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The Militant, 14 September 1946

Mille Fredreci

Working Mother Describes Domestic Servants Life

From The Militant, Vol. X No. 37, 14 September 1946, p. 5.
Transcribed & marked up by Einde O’Callaghan for ETOL.


If I could sing for a living, I wouldn’t be doing the hard work I’m doing now. Housework takes too much bending, pushing, shoving and walking about, picking up this and that, and jumping up and down like a jack-in-the-box. No job is really a good job, but some jobs are better than this!

I’ve often thought of doing needle point or of embroidering portraits on linen, but one has to be an artist to do portraits. My employer on Riverside Drive has just had a portrait of her dog done in oils – it cost $1,500. She had one done of herself, too – that’s bigger and cost $25,000.

Spending $26,500 for paintings didn't prevent her from being surprised when I told her she would have to furnish better meals for me and pay me $8 for an eight-hour day. She wanted to know why I wanted a raise.

I told her! Rolls which cost two cents last week, are two for a nickel today. Cheddar cheese has gone up from 55 cents to 69 cents a pound. The market is flooded with eggs, say the experts, but the price of eggs – tiny ones the size of a minute! – is 71 cents a dozen.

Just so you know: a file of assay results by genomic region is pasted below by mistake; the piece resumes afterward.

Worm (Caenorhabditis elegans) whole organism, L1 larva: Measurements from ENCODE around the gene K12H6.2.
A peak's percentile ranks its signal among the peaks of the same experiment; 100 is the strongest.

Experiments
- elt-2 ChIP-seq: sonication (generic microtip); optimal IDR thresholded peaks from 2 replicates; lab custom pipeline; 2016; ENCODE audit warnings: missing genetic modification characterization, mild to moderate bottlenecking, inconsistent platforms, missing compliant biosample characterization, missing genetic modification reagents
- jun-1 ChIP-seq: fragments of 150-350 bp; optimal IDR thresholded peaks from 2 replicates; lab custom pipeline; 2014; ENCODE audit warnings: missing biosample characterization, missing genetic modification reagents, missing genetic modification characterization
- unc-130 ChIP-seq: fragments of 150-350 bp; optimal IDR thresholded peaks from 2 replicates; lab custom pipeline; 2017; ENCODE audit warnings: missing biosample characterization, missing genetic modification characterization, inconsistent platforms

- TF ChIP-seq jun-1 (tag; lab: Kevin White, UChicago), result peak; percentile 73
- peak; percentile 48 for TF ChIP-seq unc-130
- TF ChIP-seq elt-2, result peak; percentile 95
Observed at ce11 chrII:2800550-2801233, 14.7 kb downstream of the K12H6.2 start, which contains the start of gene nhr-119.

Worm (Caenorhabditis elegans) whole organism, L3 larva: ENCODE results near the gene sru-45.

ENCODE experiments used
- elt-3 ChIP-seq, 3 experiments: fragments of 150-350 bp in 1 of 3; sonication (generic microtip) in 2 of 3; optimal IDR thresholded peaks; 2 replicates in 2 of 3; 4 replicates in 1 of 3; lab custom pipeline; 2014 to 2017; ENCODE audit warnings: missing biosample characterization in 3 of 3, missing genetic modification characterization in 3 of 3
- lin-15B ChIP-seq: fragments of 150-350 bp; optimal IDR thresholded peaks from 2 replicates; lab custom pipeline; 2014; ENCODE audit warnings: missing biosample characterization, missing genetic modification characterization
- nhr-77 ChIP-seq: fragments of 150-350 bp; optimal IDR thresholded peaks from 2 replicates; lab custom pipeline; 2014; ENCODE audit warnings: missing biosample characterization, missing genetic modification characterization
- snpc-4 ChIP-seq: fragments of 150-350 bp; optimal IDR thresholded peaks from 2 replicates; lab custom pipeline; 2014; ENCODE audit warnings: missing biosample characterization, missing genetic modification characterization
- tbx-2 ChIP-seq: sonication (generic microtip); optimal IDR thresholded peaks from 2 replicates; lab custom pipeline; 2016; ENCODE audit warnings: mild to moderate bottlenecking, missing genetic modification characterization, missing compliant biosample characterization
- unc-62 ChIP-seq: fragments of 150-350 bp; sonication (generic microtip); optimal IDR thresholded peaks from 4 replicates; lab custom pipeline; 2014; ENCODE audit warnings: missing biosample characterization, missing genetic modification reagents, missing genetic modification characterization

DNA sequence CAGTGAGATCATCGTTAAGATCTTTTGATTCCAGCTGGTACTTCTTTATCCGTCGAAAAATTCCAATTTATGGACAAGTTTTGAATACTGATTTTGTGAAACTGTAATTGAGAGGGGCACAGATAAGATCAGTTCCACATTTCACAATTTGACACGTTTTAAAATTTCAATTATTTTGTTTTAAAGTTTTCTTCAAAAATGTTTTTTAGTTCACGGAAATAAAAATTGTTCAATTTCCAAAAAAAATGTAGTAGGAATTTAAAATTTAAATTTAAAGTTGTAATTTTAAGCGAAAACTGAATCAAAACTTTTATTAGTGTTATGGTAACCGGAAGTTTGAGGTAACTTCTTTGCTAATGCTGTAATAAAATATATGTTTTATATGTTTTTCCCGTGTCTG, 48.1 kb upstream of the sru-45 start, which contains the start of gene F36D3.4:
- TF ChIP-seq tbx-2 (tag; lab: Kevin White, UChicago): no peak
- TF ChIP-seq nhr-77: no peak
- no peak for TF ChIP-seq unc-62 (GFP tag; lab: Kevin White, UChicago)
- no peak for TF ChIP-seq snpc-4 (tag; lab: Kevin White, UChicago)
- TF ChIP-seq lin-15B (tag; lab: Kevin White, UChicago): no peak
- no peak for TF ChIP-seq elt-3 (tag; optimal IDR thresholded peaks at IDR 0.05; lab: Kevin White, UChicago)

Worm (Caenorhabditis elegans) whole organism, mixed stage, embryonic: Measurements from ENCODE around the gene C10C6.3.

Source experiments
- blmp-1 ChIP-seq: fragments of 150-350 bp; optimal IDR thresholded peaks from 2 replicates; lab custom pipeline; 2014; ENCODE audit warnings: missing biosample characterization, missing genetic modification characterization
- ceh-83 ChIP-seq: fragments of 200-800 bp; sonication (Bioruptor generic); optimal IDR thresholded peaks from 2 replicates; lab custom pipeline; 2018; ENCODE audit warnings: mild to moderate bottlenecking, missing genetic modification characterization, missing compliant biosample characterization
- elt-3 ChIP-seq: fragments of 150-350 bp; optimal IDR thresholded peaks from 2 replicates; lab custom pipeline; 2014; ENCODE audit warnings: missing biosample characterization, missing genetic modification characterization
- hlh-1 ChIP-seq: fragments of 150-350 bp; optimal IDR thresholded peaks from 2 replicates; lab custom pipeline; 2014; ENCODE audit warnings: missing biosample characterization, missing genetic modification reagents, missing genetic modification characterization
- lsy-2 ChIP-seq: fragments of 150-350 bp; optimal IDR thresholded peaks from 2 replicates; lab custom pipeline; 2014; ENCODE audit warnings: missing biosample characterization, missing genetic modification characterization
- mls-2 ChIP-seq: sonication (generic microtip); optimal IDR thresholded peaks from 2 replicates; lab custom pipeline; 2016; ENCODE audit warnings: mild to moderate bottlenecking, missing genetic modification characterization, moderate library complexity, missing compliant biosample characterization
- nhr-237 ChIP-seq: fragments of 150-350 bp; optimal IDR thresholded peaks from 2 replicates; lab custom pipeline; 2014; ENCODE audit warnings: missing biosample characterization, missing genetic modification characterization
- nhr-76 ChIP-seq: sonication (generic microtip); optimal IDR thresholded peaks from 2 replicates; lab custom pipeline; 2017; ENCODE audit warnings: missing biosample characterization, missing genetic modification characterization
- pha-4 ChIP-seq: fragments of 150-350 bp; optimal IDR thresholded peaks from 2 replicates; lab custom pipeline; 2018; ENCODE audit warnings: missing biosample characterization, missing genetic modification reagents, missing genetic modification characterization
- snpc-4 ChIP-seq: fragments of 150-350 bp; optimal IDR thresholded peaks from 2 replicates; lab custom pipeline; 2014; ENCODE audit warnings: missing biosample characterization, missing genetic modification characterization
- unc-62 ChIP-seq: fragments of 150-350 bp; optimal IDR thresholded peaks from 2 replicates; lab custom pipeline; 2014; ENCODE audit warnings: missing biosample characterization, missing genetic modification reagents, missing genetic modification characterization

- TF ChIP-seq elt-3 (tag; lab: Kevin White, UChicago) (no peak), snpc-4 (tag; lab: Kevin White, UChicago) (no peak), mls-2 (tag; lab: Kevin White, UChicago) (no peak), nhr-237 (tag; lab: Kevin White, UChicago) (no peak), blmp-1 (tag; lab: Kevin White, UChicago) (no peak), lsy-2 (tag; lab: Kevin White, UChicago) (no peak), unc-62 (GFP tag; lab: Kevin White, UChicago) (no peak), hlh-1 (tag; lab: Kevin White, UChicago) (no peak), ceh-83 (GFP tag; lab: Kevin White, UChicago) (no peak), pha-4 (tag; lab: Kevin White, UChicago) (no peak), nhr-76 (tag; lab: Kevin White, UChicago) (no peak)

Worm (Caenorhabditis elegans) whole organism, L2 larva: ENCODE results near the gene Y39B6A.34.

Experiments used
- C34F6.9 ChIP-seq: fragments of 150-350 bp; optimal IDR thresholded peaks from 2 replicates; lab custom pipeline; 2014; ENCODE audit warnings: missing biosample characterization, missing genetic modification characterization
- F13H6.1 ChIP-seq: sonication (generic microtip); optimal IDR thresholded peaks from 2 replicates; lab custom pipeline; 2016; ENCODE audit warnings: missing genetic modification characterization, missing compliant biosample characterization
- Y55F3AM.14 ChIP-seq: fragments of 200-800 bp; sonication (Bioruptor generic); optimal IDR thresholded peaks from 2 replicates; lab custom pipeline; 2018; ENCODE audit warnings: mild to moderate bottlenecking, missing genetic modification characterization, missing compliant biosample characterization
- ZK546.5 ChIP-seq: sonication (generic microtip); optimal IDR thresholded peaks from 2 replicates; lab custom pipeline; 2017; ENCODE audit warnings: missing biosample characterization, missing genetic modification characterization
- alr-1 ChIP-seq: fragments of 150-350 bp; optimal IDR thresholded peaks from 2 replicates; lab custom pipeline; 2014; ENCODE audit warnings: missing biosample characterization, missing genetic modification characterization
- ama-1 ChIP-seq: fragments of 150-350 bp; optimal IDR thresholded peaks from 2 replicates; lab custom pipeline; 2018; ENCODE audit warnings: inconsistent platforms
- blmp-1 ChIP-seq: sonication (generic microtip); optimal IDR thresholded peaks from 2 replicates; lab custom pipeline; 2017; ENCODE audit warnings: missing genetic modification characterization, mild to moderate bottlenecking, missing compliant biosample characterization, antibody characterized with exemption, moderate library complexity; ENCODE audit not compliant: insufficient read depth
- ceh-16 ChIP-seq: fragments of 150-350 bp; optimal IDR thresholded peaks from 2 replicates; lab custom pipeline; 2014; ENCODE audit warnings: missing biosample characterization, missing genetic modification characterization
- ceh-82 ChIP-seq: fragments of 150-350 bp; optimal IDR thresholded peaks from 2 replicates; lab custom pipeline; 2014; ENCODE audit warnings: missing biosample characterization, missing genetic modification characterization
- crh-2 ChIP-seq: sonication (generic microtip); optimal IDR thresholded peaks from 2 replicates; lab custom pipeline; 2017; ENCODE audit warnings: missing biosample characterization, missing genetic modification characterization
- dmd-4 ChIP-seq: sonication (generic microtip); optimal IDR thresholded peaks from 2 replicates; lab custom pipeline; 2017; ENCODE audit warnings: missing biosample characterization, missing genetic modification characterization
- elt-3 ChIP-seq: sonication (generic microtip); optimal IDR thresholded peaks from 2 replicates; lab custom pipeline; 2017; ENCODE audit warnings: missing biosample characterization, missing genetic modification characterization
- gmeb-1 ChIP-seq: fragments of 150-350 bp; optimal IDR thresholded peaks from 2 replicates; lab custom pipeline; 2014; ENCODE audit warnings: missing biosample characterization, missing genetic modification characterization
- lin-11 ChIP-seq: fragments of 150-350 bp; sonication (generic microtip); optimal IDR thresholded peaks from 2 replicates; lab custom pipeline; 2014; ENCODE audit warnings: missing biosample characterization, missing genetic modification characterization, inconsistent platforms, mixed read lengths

My employer rustled herself out to buy my lunch to make me “feel better about it.” She gave me two hamburgers, grapes and tea. What do you think she gave me for lunch before I demanded better food? Sometimes one egg, sometimes not a speck.

I’m not the worst off. Mathilda, the Madame’s laundress, is old enough to be my mother. She has been doing the Madame’s laundry for 12 years. Her ankles are swollen from strain. Her sight is impaired by the glare and steam that rise up when she irons the wet clothes. Mathilda has vacations – without pay.

Before she landed this job, Mathilda was one of thousands of women who stood on street corners during the depression, holding a scrub bucket in her hands. The Madame hired her like other cheap employers hired women: picked out the strongest looking one, and then paid her 25 cents an hour to wash windows, ceilings, walls and wood work, while the rich Mistress loafed.

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